Re: Gassing for Les Paul (advice needed)
Well, I might as well chime in - Dino may well be right - you cannot get much more polar apart in solidbodies than an RG1570 and a Les Paul, and they have a radically different feel in every way, from scale length to the lack of cutaways on the Les Paul making it sit completely differently on you to the RG, so, play one for ages before you buy, just to make sure that it is for you.
Here would be a few simple suggestions:
1) Don't buy an Epiphone, they are solid poo, and you will come to fully realise this when you decide to upgrade to a Gibson and discover that the resale value of the Epi is zero due to market flooding and very poor reputation
2) Gibsons have a bone nut, or a micarta nut in some cases - if you can tell the difference in tone between bone and Micarta you have Eric Johnson's ears.
3) There is absolutely nothing wrong with Gibson tuners - you are wasting your money completely on locking tuners - they will help keep a non-locking trem in tune, they will make zero difference to your Les Paul.
4) Gibson use two different kinds of humbuckers (basically, there are more, but you can divide them into two categories) - the '57s/Burstbuckers, and the 490/498 high output jobbies on guitars like the Studio and the Classic. The latter have tons of output, and are great sounding pickups. The former have lowish output, but tons of tone - the Burstbucker is a great sounding pickup - it has an openness and airiness to the tone which, in a really nice Les Paul is an absolute wonder to behold.
5) If you have problems keeping a double locking trem guitar in tune, you are heading for an absolute world of pain with a Les Paul - sorry, just simply the case - they have a floating tailpiece, a floating bridge (with floating bridgepieces in it for goodness sake!), an odd break angle over the bridge if you want tone and sustain, and as the string passes over the nut it changes direction in a compound angle! Every single one of these points is a situation which can lead to string sticking, and if you do big bends and huge vibrato, the string moves across each of these surfaces, pinching and snagging as they go.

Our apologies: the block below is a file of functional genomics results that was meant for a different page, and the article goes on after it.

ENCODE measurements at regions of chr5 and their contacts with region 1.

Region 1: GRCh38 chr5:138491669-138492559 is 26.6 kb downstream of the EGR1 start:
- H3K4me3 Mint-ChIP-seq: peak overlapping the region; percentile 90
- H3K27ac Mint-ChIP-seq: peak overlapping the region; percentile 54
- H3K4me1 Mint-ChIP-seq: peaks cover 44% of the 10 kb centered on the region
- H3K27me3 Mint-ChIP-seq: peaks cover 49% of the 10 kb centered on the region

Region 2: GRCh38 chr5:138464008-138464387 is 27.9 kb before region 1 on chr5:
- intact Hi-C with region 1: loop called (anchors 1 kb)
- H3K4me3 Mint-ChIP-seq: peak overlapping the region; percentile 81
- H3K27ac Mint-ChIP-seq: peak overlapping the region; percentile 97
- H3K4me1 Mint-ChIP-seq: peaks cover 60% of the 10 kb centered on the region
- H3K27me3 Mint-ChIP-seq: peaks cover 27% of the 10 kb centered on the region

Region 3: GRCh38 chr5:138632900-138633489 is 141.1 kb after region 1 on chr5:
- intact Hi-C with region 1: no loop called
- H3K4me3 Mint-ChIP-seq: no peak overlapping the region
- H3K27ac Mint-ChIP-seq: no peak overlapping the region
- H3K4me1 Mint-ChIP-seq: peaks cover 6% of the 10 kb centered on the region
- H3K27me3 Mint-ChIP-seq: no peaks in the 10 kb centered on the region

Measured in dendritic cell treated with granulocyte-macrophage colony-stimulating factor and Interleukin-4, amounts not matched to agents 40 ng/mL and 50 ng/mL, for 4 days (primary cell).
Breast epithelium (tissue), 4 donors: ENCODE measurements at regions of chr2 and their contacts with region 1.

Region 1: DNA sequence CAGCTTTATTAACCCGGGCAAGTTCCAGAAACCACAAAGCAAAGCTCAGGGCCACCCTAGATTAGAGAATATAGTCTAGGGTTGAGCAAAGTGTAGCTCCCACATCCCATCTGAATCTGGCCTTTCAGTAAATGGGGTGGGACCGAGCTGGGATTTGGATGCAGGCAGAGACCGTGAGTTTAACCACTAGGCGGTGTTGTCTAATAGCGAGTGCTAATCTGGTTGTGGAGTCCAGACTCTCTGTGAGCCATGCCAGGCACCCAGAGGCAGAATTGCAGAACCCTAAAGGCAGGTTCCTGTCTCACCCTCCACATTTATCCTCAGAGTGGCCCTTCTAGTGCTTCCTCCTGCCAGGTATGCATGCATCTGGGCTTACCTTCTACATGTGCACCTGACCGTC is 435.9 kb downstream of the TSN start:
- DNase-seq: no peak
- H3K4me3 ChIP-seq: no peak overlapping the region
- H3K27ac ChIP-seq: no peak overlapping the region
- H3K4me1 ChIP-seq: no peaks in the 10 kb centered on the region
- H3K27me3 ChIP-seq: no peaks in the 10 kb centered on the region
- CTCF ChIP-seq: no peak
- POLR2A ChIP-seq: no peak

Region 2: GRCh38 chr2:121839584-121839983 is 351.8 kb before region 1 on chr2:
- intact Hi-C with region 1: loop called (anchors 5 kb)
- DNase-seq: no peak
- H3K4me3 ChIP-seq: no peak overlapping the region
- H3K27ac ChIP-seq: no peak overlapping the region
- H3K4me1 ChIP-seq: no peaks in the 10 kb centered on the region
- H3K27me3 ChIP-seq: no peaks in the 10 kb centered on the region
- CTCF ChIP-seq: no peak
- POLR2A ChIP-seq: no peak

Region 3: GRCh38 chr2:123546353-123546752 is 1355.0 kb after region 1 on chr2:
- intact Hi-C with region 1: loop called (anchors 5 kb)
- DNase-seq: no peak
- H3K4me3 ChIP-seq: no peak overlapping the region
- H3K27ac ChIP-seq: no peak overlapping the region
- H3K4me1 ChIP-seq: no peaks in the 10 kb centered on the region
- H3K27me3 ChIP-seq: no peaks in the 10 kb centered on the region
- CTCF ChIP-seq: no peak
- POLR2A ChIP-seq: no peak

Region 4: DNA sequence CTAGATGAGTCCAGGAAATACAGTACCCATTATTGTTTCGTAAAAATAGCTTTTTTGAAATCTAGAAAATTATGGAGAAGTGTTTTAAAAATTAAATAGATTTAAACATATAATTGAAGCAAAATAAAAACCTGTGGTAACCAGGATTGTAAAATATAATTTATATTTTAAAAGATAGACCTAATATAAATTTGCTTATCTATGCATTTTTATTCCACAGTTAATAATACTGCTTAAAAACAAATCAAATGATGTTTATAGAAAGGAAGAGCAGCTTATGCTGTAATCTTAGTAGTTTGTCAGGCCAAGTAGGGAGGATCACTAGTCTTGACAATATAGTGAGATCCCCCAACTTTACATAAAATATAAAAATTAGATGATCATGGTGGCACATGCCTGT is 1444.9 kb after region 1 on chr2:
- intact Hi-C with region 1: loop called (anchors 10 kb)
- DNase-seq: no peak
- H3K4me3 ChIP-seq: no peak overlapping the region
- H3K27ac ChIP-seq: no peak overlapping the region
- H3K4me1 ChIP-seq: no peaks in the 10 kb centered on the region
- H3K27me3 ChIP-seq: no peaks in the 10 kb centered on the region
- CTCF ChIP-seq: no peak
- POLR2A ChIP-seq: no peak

I'm not a Gibson fan, I have owned Custom Shop Les Pauls, a '64 SG, a Les Paul Deluxe, a mid seventies SG and still have an Explorer (somewhere), really good ones sound fantastic, and I love that sound, but particularly the CS Les Paul's (a 57 Goldtop RI) inability to be intonated, stay in tune for as long as a whole song, contributions to my physiotherapist's retirement fund due to the effects it's weight and complete lack of contouring had on my nerves and musculature, along with Gibson's total inability to actually crown and level frets before they leave the factory (since solved I believe by Gibson purchasing FIVE Plek machines!) - this was a $7000AUD guitar bear in mind, led me to sell the clunker to a friend who adores LPs, and I swapped it for a stoptail PRS Custom 22 - which has none of the above issues, and is simply a better built instrument to start off with.
So, sure, look at Les Pauls, but have a look at the PRS Singlecut as well - it has a one piece Stoptail (no string angle problems, no rattly bits), a straight string angle over the nut, and locking tuners (unnecessary, but I think they are the only ones PRS use), a nicer neck heel, a nicer neck shape and great pickups. Singlecuts seem to go for anywhere from about $1650 - $1900 secondhand (I think Wildwood has one for about $1650 at the moment), and at that price, they frankly eat Gibson Les Pauls - why do you think Gibson took them to court!!!!
If you still want a Les Paul, look at the Studios before you plomp anything down on an Epi, sorry all you Epi owners out there, but they are junk.